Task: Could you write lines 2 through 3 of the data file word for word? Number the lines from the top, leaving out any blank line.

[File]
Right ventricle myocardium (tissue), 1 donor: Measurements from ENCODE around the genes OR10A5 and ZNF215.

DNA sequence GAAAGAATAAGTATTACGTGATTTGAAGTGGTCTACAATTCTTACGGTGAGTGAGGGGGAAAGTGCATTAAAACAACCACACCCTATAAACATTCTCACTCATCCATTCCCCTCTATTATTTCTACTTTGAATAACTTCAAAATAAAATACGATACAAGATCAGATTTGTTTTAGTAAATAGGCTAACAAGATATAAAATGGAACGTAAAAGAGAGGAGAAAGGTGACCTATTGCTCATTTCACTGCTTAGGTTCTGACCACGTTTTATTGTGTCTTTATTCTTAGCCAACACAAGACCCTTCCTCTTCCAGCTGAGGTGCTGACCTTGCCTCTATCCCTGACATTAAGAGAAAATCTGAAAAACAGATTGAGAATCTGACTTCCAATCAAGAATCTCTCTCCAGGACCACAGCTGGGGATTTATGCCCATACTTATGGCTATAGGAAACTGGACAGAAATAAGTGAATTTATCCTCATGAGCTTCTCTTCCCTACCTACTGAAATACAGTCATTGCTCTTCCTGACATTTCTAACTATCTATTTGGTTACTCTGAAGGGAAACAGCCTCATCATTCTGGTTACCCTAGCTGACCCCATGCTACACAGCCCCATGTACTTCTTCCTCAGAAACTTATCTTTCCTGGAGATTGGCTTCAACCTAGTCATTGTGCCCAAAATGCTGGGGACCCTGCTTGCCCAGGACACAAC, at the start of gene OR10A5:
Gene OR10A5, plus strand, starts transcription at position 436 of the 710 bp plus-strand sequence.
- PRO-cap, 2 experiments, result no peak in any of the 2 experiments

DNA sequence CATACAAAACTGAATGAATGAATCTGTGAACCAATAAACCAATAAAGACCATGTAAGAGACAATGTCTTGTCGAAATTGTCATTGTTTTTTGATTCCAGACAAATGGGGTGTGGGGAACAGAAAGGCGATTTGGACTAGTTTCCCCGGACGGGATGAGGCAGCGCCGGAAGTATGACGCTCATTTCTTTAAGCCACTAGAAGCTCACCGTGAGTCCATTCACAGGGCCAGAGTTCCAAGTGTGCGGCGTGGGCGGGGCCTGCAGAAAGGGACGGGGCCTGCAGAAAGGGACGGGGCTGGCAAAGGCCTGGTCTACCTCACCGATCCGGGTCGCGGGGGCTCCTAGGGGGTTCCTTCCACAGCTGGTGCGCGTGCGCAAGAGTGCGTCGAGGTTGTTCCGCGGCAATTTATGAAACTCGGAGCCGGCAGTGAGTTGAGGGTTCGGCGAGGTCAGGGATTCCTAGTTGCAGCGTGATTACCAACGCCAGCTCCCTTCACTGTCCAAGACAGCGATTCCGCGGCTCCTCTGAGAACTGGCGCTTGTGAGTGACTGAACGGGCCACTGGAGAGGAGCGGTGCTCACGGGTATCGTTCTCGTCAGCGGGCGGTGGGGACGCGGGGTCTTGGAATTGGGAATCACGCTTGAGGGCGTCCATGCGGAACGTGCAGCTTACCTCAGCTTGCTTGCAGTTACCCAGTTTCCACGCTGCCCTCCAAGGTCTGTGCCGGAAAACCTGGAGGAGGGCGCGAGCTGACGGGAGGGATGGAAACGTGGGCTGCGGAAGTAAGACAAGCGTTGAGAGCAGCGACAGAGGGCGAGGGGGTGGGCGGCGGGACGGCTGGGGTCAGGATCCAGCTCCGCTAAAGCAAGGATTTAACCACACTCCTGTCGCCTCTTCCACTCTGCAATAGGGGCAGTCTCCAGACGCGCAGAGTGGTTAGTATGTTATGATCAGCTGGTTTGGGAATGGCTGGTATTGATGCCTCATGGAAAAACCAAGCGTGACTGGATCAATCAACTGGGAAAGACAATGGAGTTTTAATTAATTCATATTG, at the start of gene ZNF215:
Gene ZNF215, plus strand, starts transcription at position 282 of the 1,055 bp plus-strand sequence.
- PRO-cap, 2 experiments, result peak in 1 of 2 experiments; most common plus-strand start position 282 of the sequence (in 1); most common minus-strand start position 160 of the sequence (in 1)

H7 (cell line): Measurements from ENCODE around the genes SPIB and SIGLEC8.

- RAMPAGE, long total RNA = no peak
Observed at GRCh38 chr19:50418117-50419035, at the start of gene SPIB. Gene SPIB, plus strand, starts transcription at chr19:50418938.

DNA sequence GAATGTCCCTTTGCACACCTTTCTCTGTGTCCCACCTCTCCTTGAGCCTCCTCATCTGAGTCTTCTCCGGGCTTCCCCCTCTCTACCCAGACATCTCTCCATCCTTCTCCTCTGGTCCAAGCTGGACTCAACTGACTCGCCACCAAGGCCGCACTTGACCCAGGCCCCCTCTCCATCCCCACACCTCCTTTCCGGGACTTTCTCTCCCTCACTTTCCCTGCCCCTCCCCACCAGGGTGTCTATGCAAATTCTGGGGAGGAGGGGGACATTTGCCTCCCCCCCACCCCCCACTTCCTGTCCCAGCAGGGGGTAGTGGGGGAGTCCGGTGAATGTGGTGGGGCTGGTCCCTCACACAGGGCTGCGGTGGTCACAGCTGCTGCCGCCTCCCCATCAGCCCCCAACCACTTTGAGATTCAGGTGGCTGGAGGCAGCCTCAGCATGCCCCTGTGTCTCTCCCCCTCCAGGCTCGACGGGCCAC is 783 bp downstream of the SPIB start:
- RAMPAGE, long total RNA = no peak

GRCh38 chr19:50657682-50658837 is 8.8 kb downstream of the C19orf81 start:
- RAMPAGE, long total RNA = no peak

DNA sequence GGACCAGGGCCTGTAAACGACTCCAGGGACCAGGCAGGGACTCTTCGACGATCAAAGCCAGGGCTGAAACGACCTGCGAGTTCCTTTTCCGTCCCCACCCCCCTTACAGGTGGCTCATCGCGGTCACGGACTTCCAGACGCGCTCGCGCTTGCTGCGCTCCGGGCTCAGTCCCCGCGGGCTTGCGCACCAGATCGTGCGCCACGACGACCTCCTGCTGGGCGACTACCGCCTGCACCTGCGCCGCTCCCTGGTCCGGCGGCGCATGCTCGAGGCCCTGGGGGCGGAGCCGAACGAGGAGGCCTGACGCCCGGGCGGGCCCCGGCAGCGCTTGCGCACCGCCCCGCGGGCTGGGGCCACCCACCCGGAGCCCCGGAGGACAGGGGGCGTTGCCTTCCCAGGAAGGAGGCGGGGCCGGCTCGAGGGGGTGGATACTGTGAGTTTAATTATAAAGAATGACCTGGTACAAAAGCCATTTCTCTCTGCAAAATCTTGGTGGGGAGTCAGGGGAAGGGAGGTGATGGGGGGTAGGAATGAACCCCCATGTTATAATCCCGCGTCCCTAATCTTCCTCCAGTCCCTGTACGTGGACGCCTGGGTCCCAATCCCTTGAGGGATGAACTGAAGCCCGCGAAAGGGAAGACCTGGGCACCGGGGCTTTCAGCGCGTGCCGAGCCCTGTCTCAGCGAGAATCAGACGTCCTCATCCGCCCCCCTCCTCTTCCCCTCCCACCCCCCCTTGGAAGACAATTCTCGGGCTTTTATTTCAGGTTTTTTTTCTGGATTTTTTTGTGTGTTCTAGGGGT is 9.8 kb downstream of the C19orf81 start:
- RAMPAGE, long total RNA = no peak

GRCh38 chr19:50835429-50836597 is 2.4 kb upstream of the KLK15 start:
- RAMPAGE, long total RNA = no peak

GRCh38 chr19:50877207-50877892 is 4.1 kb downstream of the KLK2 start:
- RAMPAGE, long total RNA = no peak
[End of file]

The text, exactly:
DNA sequence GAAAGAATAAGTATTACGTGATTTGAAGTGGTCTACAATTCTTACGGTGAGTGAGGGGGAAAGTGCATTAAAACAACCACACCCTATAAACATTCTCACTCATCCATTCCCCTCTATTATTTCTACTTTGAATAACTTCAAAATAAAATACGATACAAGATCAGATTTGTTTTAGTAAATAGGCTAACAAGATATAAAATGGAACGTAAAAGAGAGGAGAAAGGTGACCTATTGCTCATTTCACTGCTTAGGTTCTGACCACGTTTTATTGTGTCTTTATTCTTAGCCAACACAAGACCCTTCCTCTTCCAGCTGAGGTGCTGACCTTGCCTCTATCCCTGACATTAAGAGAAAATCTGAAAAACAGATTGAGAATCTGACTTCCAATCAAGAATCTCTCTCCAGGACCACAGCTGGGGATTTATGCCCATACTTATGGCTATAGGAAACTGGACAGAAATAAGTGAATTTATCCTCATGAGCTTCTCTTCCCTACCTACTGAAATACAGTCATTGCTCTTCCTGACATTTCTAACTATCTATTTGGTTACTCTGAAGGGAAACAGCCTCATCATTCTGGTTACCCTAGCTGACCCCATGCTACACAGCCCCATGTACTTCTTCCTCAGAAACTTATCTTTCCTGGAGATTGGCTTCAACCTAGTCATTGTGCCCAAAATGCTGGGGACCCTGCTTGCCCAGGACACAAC, at the start of gene OR10A5:
Gene OR10A5, plus strand, starts transcription at position 436 of the 710 bp plus-strand sequence.